Gerd Schweizer radiates enthusiasm too, but without windmill hands. His joy instead shows in the smile that radiates from him almost rhythmically throughout his set. Nicely crafted German Folk songs are Gerd’s trick in trade such as Hannes Wader’s ‘Heute Hir Morgen Dort’ Gerd actually took us into the heart of European Folk Music with ‘I Sing a Liad für di’ a dialect song from Austrian Folksinger Andread Gabalier and the distinctly un-worksong ‘Eine Woche auf Mallorca’ in Kölsch. When I tried to trace the origins of which I discovered there are dozens of Germans back from Ballerman holidays begging for help in tracing those wonderful songs they heard in their local bar but were presumably too drunk to enquire about for their entire stay. A scary segment of the music industry indeed.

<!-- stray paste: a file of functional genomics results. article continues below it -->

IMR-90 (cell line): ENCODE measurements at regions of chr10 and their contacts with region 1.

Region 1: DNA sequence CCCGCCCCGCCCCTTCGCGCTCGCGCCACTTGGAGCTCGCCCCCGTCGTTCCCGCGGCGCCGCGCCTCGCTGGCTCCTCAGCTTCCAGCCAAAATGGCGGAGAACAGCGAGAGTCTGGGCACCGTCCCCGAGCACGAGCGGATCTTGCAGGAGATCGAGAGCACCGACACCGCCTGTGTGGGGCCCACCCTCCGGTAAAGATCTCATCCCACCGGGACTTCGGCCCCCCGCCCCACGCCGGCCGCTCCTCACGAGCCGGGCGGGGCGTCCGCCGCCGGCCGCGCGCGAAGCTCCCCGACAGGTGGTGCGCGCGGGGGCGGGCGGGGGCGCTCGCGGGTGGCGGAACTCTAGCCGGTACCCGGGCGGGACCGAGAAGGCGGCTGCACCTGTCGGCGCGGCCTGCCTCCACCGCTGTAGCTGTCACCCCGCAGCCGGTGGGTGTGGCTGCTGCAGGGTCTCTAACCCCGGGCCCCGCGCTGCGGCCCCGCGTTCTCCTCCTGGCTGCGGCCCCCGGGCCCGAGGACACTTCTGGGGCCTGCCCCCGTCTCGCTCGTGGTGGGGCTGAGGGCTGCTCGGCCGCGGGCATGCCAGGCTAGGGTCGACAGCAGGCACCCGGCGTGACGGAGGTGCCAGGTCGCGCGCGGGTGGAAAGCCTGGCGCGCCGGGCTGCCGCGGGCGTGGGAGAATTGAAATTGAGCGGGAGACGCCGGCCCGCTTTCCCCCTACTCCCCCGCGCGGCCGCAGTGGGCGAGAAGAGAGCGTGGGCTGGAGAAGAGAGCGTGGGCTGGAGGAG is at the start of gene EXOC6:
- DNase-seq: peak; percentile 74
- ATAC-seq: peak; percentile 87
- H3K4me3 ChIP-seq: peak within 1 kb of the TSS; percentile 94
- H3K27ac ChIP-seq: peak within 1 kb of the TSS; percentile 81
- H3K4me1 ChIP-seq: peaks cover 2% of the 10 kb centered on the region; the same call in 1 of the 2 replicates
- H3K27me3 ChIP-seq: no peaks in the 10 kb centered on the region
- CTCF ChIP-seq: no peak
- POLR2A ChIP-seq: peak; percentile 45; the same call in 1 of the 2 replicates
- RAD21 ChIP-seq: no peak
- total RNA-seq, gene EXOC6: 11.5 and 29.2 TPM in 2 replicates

It seemed as if we’d left the ‘Worksong’ track in the course of the evening although John’s opener in part two was arguably still in the right context. Fred Wedlock’s ‘The Folker’ is the perfect worksong about folksinging to the Simon & Garfunkel tune ‘The Boxer’ with it’s sad lament that “I am a Folk musician, though my songs are seldom sold…”